The results looked great, but there was a mayor downside. Since we are doing a raymarch inside of another raymarch (nested for-loop), the performance is only reasonable when sampling a very limited amount of points. Take in account that I will be rendering multiple planets and atmospheres, which would only make this worse. In the video by Sebastian Lague, he mentions that you can bake the nested raymarch into a texture. This is because the raymarch is done towards the light source, which is always a parallel ray (since it’s a directional light), thus meaning the results would be the same from any direction. In a compute shader, I store the density value based on the angle of the ray and the distance from the planet surface. These values are then stored in the texture (angle of the ray on the x axis, height from surface on y axis).

Resulting atmospheres
Optical depth texture

Baking the raymarch into a texture boosted performance immensely. I was now able to render several atmospheres at once, without impacting performance too much. I can also play around with the wavelengths of the red, green and blue values to change the color of the atmoshpere. In the background, you can see how the sand planet has a brown atmosphere.


Final result

My goal was to generate planets using isosurfaces with textures, support for deformation, and a working LOD system. At the end of this research, I can say for sure that I reached my goal. Above you can see a video showcasing the planets I created.

Next to the requirements I set for myself at the start of the research, I was also able to implement more features, like oceans and atmospheres. I’m especially happy with how the LOD transitioning came out, since it was one of the main things I wanted to learn.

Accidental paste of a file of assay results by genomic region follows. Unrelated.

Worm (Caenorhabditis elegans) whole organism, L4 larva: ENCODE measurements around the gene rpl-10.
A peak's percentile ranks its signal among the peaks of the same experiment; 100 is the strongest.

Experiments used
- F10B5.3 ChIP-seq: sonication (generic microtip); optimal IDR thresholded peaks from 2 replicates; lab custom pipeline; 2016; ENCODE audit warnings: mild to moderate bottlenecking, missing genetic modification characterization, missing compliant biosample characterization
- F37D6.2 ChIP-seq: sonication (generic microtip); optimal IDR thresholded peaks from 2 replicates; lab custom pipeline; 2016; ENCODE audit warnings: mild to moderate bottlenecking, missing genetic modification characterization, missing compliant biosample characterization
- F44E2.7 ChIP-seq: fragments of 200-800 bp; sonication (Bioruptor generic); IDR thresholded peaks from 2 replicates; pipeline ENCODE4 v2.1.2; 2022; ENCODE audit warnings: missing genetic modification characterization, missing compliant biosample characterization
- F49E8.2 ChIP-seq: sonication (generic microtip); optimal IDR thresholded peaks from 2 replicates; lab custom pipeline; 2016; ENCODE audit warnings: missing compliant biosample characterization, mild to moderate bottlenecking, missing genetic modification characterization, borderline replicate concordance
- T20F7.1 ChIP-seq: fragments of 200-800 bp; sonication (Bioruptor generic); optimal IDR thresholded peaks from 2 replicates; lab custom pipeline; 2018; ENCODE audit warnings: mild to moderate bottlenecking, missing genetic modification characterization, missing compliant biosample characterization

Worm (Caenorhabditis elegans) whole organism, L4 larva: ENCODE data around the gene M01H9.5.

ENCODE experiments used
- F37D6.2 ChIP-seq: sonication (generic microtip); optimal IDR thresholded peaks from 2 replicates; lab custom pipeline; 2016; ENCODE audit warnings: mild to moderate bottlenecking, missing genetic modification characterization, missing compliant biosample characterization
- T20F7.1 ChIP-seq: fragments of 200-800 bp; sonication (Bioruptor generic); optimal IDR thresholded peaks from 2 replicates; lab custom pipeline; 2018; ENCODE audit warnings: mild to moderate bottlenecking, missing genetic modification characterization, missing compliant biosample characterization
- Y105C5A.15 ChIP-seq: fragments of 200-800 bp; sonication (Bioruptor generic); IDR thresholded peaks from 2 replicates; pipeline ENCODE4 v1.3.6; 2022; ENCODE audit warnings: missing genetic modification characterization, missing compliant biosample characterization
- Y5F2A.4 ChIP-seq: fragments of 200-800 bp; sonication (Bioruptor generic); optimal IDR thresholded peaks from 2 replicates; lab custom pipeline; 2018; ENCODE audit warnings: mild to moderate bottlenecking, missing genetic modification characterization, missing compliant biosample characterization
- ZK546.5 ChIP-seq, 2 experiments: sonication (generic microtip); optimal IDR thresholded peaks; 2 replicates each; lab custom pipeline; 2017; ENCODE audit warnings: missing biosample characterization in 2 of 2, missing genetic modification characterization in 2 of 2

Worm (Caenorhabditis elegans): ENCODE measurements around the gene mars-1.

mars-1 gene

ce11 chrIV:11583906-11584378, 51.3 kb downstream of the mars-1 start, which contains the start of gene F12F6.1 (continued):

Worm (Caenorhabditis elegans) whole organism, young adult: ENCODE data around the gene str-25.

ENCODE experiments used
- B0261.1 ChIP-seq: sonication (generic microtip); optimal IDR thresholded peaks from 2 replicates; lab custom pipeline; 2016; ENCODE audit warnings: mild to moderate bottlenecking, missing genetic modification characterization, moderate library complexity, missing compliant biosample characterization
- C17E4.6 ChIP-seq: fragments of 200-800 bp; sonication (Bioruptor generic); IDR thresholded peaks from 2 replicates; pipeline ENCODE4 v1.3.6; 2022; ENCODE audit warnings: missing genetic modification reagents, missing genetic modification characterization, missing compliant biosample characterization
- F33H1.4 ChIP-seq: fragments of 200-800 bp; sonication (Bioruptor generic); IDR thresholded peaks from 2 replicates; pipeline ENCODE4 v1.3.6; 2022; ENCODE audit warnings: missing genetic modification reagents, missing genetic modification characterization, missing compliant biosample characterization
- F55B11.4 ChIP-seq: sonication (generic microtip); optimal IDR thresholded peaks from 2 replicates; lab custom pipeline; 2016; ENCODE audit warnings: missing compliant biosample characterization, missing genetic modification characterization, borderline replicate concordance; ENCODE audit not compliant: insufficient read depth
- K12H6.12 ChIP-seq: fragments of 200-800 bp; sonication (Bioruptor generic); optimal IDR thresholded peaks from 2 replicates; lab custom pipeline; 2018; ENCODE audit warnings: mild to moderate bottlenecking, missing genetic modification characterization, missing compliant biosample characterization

Although I’m happy with the current result, there are still a lot of ways the planets can be improved. The terrain shader doesn’t support all light sources yet, the LOD transitioning performance can be improved, the ocean can be replaced with a mesh, the voxel generation time is still a bit slow, and the size of the planets is still limited.

In the future, I will probably return to this project to improve these points. I also want to implement more features such as clouds, moving oceans, full solar system with a sun, and switch to dual contouring for the mesh generation. For now though, I will spend some of my time flying around my little planets.


  1. Apple Developer Documentation. (n.d.).
  2. Chapter 16. Accurate Atmospheric Scattering. (n.d.). NVIDIA Developer. Retrieved 1 November 2022, from
  3. Flick, J. (2017, October 25). Flat and Wireframe Shading.
  4. Flick, J. (2018, April 29). Triplanar Mapping.
  5. GitHub – ashima/webgl-noise: Procedural Noise Shader Routines compatible with WebGL. (n.d.). GitHub. Retrieved 29 September 2022, from
  6. GitHub – SebLague/Terraforming. (n.d.). GitHub. Retrieved 15 October 2022, from
  7. GitHub – Tuntenfisch/Voxels: GPU-based implementation of Dual Contouring in Unity for destructible voxel terrain. (n.d.). GitHub. Retrieved 12 October 2022, from
  8. Mikolalysenko, A. (2012, November 30). Smooth Voxel Terrain (Part 2). 0 FPS.
  9. Multiresolution surface nets · Issue #26 · bonsairobo/building-blocks. (2021, May 11). GitHub.
  10. Ned Makes Games. (2021, December 1). Mastering Tessellation Shaders in Unity! Easy LoD, Curved Triangles, Height Maps | Game Dev Tutorial [Video]. YouTube.
  11. Sebastian Lague. (2019, May 6). Coding Adventure: Marching Cubes [Video]. YouTube.
  12. Sebastian Lague. (2020a, July 11). Coding Adventure: Procedural Moons and Planets [Video]. YouTube.
  13. Sebastian Lague. (2020b, August 22). Coding Adventure: Atmosphere [Video]. YouTube.
  14. Understanding Surface Nets – CERBION.NET. (2021, April 10).
  15. Unity – Manual: Vertex and fragment shader examples. (n.d.). Retrieved 20 October 2022, from
  16. Unity – Scripting API: VertexAttributeDescriptor. (n.d.). Retrieved 20 October 2022, from
  17. Voxels and Seamless LOD Transitions. (2016, July 14).
  18. World of Zero. (2016, December 22). Lets Make an Octree in Unity [Video]. YouTube.



, ,



Leave a Reply

Your email address will not be published. Required fields are marked *